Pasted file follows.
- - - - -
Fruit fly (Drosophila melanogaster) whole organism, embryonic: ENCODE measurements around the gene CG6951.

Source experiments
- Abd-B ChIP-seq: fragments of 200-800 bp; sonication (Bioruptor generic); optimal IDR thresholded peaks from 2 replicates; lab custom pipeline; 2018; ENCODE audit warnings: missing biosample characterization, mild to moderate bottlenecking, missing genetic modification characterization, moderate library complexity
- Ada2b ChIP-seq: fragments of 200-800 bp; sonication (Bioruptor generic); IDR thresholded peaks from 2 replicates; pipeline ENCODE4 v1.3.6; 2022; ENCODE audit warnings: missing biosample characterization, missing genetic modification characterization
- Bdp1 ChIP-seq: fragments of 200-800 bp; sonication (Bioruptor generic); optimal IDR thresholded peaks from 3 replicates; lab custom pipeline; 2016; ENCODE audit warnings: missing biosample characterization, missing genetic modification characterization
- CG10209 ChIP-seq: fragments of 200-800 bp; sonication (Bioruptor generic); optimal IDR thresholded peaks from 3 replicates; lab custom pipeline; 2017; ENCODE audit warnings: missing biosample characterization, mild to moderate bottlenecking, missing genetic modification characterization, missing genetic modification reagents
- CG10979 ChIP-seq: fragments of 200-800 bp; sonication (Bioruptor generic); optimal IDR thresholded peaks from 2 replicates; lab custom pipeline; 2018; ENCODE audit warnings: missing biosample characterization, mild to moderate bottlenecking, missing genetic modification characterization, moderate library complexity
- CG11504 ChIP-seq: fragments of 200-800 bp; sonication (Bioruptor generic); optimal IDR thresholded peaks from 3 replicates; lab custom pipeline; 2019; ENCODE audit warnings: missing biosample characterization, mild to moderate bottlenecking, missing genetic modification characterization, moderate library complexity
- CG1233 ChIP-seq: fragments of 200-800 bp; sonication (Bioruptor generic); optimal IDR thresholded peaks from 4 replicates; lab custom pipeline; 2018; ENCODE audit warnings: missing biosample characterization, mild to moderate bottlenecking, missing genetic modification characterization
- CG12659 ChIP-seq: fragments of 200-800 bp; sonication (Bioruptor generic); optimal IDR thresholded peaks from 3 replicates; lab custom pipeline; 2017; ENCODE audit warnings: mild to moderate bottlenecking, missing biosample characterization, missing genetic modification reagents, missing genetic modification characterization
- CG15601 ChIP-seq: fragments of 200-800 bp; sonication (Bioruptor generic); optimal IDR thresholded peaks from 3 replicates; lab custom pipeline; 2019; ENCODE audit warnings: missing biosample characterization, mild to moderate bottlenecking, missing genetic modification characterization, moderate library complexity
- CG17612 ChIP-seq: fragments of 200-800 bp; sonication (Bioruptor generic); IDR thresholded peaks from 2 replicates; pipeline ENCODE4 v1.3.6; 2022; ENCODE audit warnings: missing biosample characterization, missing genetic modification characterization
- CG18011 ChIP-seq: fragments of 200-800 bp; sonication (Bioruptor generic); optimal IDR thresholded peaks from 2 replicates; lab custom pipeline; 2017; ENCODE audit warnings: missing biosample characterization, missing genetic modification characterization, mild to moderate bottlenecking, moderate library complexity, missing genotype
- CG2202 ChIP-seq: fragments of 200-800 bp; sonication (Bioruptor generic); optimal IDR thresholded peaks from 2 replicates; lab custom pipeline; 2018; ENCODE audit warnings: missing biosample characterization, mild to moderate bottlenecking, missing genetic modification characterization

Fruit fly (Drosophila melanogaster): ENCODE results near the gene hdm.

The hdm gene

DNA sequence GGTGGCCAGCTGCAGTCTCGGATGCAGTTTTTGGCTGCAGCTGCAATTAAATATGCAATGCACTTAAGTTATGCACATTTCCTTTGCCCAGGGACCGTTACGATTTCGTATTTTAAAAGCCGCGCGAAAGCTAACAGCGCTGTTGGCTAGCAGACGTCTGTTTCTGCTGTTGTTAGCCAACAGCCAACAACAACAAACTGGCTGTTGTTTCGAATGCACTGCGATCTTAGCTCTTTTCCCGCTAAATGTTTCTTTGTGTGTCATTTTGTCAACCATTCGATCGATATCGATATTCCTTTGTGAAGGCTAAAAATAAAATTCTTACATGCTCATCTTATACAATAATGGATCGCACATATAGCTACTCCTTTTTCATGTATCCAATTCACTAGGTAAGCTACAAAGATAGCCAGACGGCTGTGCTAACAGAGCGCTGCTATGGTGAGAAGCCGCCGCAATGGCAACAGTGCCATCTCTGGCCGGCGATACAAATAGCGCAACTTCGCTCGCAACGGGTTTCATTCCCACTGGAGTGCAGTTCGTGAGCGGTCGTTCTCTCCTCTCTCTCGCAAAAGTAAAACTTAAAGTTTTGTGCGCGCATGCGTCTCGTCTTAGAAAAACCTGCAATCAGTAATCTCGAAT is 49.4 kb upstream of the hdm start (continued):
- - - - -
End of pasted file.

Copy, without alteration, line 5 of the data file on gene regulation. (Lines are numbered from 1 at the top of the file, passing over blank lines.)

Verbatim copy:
- Bdp1 ChIP-seq: fragments of 200-800 bp; sonication (Bioruptor generic); optimal IDR thresholded peaks from 3 replicates; lab custom pipeline; 2016; ENCODE audit warnings: missing biosample characterization, missing genetic modification characterization